REVIEW: Toy Story [1995]

Score: 9/10 | ★ ★ ★ ½

Rating: G | Runtime: 81 minutes | Release Date: November 22nd, 1995 (USA)
Studio: Pixar Animation Studios / Walt Disney Pictures / Buena Vista Pictures
Director(s): John Lasseter
Writer(s): Joss Whedon and Andrew Stanton and Joel Cohen & Alec Sokolow /
John Lasseter, Pete Docter, Andrew Stanton & Joe Ranft (story)

“Ages three and up! It’s on my box!”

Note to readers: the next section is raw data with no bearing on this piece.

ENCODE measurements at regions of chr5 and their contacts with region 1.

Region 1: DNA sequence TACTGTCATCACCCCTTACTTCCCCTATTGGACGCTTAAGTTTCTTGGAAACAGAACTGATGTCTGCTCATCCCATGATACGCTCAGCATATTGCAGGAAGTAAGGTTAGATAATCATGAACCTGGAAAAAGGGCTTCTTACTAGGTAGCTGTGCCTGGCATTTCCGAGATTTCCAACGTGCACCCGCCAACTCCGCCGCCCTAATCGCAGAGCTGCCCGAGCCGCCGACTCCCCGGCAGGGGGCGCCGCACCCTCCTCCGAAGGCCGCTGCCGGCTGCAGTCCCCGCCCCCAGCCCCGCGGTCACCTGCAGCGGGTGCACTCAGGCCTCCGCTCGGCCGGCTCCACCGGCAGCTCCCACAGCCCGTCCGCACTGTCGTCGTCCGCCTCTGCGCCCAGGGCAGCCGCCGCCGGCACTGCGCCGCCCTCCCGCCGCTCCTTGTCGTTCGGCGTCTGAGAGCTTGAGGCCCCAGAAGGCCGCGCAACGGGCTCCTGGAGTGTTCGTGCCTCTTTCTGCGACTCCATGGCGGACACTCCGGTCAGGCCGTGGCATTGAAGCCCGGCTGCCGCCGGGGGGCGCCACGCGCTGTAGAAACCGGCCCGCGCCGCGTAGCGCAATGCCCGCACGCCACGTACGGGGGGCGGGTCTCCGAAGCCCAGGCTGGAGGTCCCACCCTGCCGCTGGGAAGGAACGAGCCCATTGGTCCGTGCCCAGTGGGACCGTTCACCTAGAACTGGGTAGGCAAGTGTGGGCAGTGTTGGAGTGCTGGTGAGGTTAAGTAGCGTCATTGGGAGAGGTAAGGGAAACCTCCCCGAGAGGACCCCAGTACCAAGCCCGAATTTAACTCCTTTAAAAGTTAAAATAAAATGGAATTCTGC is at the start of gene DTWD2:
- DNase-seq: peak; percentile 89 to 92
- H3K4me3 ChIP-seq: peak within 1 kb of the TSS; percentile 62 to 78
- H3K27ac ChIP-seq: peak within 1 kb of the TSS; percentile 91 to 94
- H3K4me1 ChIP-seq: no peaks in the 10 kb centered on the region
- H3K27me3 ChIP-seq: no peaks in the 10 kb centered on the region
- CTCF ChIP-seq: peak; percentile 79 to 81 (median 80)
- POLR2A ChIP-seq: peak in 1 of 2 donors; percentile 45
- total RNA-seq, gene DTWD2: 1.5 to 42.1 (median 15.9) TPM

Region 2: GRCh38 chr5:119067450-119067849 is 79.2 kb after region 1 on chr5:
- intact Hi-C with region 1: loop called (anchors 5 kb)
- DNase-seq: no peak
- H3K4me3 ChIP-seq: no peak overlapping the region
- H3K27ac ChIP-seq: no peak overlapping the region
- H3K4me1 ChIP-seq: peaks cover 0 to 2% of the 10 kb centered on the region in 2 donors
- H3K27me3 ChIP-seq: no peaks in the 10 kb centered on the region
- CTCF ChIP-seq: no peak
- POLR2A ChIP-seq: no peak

It’s hard to believe that, with Toy Story 3 coming out soon, it has been fifteen years since the original film. Back in 1995, Toy Story ushered in an animation renaissance for not only Disney, but also the medium as a whole. Pixar Studios had created something that changed the game forever, spawning countless other computer-graphic studios to follow suit and never fully reach the potential consistently exceeded by the Mouse House’s little buddy. Starting as a small-scale studio inside the Lucasfilm behemoth, Apple’s Steve Jobs rolled the dice and bought them up, a company ripe with ex-Disney talent, ready to breathe life into a medium that seemed all but dead with two-dimensional cell animation. I’m not sure who exactly thought the film would be as astronomically lucrative and transcendent in the world of cinema as it was, but the project attracted a superb cast list in a time where videogames only recruited actors who weren’t good enough for soap operas or porn flicks and even Disney was only getting Broadway caliber talent their films. It was as if the world was finally ready for intelligent, family-friendly programming and the stars aligned for the masterpiece that is Toy Story, a film remaining at the top of its genre until last year’s Up finally dethroned it.